A second large, prospective study by scientists at Fred Hutchinson Cancer Research Center has confirmed the link between high blood concentrations of omega-3 fatty acids and an increased risk of prostate cancer.
Published July 11 in the online edition of the Journal of the National Cancer Institute, the latest findings indicate that high concentrations of EPA, DPA and DHA — the three anti-inflammatory and metabolically related fatty acids derived from fatty fish and fish-oil supplements — are associated with a 71 percent increased risk of high-grade prostate cancer. The study also found a 44 percent increase in the risk of low-grade prostate cancer and an overall 43 percent increase in risk for all prostate cancers.
The increase in risk for high-grade prostate cancer is important because those tumors are more likely to be fatal.
The findings confirm a 2011 study published by the same Fred Hutch scientific team that reported a similar link between high blood concentrations of DHA and a more than doubling of the risk for developing high-grade prostate cancer. The latest study also confirms results from a large European study.
“The consistency of these findings suggests that these fatty acids are involved in prostate tumorigenesis and recommendations to increase long-chain omega-3 fatty acid intake, in particular through supplementation, should consider its potential risks,” the authors wrote.
“We’ve shown once again that use of nutritional supplements may be harmful,” said Alan Kristal, Dr.P.H., the paper’s senior author and member of the Fred Hutch Public Health Sciences Division. Kristal also noted a recent analysis published in the Journal of the American Medical Association that questioned the benefit of omega-3 supplementation for cardiovascular diseases. The analysis, which combined the data from 20 studies, found no reduction in all-cause mortality, heart attacks or strokes.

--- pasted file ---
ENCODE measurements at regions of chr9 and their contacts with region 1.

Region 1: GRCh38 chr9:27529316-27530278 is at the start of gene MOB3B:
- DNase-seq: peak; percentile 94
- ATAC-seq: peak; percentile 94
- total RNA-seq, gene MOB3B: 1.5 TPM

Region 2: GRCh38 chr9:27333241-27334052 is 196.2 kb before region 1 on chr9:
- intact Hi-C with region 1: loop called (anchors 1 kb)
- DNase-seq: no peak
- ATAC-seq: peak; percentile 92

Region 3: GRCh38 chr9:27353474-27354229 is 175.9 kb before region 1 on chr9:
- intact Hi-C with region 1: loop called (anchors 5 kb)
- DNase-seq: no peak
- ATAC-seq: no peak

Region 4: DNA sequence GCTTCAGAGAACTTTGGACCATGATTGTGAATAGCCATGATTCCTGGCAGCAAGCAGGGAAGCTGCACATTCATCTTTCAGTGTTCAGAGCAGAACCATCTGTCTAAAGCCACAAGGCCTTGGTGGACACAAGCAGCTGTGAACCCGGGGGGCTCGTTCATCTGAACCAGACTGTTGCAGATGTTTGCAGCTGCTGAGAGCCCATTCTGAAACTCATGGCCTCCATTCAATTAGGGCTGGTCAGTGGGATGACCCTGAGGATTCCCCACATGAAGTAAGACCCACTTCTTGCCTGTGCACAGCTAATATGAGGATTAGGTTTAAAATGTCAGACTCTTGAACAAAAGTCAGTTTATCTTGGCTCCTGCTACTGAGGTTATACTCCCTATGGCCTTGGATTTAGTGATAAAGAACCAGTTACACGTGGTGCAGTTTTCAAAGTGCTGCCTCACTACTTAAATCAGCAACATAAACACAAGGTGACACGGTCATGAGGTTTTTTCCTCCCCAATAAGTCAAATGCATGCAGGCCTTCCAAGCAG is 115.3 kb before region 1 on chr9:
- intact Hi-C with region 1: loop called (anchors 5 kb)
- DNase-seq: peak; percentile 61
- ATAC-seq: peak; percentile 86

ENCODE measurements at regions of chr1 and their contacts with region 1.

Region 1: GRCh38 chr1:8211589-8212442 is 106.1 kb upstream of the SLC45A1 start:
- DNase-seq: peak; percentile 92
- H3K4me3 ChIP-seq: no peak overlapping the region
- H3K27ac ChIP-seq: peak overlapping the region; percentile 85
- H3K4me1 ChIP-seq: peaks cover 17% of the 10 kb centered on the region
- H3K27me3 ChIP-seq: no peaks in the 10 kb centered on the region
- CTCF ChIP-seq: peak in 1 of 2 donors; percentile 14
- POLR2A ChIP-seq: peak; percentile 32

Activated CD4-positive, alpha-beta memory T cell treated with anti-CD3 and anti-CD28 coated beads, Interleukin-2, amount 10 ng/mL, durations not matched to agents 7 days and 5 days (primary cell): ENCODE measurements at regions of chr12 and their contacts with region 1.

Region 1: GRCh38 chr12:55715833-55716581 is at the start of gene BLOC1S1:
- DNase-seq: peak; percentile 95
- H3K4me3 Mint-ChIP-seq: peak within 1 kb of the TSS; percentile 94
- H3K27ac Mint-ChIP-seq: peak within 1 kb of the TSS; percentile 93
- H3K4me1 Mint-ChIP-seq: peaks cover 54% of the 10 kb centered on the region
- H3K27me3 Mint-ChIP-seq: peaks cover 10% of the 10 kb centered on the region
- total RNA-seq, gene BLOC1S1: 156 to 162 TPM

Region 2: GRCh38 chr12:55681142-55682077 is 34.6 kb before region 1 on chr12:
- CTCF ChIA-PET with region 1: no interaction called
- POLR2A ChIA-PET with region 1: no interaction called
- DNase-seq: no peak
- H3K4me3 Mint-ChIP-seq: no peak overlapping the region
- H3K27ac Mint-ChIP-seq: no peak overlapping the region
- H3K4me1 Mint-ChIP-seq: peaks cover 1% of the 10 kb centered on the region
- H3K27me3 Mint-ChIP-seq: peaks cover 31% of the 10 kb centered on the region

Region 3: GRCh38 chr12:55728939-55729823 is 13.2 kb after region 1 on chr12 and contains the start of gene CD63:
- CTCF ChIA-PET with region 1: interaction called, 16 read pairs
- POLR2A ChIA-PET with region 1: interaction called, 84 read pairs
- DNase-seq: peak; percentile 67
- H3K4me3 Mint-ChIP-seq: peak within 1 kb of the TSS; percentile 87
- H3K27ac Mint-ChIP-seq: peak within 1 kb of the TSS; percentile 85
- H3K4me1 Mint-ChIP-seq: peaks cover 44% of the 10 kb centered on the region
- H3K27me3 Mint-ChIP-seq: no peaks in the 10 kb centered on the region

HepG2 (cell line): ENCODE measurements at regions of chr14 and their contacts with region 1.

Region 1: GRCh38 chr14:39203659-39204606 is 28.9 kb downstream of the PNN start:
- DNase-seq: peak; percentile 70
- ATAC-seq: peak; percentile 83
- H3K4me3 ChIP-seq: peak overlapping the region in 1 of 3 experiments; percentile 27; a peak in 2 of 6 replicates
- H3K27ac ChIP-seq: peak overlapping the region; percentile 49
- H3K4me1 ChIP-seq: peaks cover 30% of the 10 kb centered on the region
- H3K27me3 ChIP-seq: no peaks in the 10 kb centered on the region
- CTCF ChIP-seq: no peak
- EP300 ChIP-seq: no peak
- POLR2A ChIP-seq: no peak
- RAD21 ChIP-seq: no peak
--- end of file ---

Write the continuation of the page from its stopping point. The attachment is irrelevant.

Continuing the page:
“What’s important is that we have been able to replicate our findings from 2011 and we have confirmed that marine omega-3 fatty acids play a role in prostate cancer occurrence,” said corresponding author Theodore Brasky, Ph.D., a research assistant professor at The Ohio State University Comprehensive Cancer Center who was a postdoctoral trainee at Fred Hutch when the research was conducted. “It’s important to note, however, that these results do not address the question of whether omega-3’s play a detrimental role in prostate cancer prognosis,” he said.
Kristal said the findings in both Fred Hutch studies were surprising because omega-3 fatty acids are believed to have a host of positive health effects based on their anti-inflammatory properties. Inflammation plays a role in the development and growth of many cancers.
It is unclear from this study why high levels of omega-3 fatty acids would increase prostate cancer risk, according to the authors, however the replication of this finding in two large studies indicates the need for further research into possible mechanisms. One potentially harmful effect of omega-3 fatty acids is their conversion into compounds that can cause damage to cells and DNA, and their role in immunosuppression. Whether these effects impact cancer risk is not known.
The difference in blood concentrations of omega-3 fatty acids between the lowest and highest risk groups was about 2.5 percentage points (3.2 percent vs. 5.7 percent), which is somewhat larger than the effect of eating salmon twice a week, Kristal said.
The current study analyzed data and specimens collected from men who participated in the Selenium and Vitamin E Cancer Prevention Trial (SELECT), a large randomized, placebo-controlled trial to test whether selenium and vitamin E, either alone or combined, reduced prostate cancer risk. That study showed no benefit from selenium intake and an increase in prostate cancers in men who took vitamin E.